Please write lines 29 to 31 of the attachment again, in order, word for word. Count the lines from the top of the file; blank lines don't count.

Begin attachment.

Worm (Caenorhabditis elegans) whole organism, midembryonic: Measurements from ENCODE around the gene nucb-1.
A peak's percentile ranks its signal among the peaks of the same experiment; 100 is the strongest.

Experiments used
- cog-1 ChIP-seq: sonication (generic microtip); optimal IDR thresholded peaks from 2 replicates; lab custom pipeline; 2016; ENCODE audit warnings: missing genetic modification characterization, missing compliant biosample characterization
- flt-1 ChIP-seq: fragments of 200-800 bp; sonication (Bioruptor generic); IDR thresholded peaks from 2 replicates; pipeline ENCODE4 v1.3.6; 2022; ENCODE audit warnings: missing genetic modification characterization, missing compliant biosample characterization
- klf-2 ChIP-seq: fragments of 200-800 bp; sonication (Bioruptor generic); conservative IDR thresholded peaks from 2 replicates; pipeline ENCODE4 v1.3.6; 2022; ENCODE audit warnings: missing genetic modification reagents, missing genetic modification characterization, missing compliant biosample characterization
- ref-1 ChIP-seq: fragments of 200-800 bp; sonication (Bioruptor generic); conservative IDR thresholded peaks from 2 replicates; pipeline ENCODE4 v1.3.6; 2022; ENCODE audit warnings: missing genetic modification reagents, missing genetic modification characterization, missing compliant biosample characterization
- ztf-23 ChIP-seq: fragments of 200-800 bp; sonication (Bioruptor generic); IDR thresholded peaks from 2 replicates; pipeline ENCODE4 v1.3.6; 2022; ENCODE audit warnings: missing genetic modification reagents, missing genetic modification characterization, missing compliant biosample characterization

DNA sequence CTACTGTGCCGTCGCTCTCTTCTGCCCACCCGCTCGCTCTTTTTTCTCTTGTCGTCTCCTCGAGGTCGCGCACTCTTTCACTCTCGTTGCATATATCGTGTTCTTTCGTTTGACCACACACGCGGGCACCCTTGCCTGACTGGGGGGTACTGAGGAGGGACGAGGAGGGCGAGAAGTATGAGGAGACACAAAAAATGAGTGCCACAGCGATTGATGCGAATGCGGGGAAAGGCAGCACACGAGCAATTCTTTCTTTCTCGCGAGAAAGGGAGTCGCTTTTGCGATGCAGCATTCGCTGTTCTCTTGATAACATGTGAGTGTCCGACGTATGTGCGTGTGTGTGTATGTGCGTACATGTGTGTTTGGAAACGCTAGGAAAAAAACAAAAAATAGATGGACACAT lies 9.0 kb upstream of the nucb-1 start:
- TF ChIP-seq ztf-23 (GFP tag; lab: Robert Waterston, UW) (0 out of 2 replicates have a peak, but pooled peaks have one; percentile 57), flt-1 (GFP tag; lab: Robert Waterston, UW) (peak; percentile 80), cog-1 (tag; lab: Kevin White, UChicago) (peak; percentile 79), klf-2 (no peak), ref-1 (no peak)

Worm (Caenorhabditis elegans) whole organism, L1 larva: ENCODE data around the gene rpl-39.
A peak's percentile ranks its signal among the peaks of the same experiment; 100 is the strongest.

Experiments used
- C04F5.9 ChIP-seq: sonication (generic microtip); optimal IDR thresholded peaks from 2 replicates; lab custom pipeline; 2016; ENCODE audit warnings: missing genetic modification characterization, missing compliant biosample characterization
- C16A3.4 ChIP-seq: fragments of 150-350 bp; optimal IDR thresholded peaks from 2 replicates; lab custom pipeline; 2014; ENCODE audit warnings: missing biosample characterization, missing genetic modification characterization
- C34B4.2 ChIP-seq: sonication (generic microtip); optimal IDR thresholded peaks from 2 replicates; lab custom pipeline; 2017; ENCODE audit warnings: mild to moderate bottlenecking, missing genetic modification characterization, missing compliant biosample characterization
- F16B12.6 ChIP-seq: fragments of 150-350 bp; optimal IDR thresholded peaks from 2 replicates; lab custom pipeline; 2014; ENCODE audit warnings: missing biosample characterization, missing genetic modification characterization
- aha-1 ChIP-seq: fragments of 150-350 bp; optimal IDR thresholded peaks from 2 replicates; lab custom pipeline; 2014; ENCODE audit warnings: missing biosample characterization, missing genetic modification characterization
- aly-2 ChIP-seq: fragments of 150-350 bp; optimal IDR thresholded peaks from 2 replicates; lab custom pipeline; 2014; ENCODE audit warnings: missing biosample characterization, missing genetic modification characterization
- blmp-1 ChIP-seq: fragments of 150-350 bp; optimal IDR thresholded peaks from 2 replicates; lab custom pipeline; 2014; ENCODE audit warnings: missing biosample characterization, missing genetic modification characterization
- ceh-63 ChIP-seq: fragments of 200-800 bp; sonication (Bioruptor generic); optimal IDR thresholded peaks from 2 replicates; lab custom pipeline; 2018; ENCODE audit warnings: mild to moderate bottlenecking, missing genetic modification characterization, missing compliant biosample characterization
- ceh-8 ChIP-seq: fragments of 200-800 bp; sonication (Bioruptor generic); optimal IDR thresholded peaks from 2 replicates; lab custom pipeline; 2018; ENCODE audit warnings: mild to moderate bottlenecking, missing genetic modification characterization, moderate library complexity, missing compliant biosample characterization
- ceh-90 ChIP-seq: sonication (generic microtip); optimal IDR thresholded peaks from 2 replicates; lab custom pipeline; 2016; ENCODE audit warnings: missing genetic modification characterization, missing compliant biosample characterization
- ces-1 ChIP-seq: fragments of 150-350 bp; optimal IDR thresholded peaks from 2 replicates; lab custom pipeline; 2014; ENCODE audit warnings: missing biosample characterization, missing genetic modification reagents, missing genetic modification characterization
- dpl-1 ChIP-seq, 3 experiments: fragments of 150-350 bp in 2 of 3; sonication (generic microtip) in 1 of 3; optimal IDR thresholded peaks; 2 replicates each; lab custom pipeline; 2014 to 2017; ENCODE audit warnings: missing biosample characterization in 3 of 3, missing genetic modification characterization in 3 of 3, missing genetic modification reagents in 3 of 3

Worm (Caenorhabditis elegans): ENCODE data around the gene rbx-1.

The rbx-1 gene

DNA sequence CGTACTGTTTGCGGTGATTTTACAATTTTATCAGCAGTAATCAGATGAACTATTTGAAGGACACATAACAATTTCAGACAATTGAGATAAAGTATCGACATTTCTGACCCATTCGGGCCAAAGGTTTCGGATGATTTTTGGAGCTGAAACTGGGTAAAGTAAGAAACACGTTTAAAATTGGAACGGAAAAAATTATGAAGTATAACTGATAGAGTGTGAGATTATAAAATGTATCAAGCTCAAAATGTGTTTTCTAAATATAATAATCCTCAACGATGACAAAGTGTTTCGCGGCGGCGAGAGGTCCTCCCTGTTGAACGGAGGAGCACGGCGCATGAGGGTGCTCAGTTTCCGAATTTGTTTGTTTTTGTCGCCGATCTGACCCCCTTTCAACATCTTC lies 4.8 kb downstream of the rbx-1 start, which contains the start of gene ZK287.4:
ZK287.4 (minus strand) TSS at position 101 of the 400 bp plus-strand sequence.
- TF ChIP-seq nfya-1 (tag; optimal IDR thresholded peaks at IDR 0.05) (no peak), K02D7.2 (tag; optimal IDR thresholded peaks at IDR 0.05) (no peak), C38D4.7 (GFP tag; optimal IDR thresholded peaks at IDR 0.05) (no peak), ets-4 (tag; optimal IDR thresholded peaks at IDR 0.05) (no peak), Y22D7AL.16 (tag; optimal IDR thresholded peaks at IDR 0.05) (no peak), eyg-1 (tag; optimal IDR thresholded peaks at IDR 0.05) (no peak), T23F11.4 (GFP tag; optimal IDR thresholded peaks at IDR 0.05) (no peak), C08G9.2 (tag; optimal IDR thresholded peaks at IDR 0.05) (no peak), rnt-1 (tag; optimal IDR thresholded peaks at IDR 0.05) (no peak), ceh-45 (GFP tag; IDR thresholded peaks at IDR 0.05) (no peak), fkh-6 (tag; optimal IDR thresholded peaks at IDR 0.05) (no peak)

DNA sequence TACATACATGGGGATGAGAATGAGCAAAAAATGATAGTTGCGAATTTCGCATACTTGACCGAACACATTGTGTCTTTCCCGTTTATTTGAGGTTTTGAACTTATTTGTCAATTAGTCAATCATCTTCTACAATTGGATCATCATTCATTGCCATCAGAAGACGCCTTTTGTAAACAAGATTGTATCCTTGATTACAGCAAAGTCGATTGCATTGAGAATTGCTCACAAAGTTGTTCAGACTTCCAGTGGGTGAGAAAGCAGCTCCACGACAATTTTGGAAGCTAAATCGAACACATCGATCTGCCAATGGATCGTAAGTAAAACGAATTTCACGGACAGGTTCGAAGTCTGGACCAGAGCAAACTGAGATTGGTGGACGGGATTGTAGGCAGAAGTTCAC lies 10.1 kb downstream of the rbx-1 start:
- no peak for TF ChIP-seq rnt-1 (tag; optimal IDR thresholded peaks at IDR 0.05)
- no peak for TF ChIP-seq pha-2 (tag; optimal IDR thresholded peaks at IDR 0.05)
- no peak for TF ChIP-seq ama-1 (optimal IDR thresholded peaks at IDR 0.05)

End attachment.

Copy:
ZK287.4 (minus strand) TSS at position 101 of the 400 bp plus-strand sequence.
- TF ChIP-seq nfya-1 (tag; optimal IDR thresholded peaks at IDR 0.05) (no peak), K02D7.2 (tag; optimal IDR thresholded peaks at IDR 0.05) (no peak), C38D4.7 (GFP tag; optimal IDR thresholded peaks at IDR 0.05) (no peak), ets-4 (tag; optimal IDR thresholded peaks at IDR 0.05) (no peak), Y22D7AL.16 (tag; optimal IDR thresholded peaks at IDR 0.05) (no peak), eyg-1 (tag; optimal IDR thresholded peaks at IDR 0.05) (no peak), T23F11.4 (GFP tag; optimal IDR thresholded peaks at IDR 0.05) (no peak), C08G9.2 (tag; optimal IDR thresholded peaks at IDR 0.05) (no peak), rnt-1 (tag; optimal IDR thresholded peaks at IDR 0.05) (no peak), ceh-45 (GFP tag; IDR thresholded peaks at IDR 0.05) (no peak), fkh-6 (tag; optimal IDR thresholded peaks at IDR 0.05) (no peak)

DNA sequence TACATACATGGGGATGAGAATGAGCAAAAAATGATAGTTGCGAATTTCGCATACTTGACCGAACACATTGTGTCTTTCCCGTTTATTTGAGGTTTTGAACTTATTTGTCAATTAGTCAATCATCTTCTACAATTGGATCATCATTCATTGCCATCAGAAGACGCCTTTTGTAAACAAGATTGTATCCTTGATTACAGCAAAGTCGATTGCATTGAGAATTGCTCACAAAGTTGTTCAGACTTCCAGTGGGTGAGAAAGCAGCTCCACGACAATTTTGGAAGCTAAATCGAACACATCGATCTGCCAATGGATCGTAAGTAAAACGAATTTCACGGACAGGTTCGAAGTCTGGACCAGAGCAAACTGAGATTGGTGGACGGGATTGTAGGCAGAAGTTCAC lies 10.1 kb downstream of the rbx-1 start: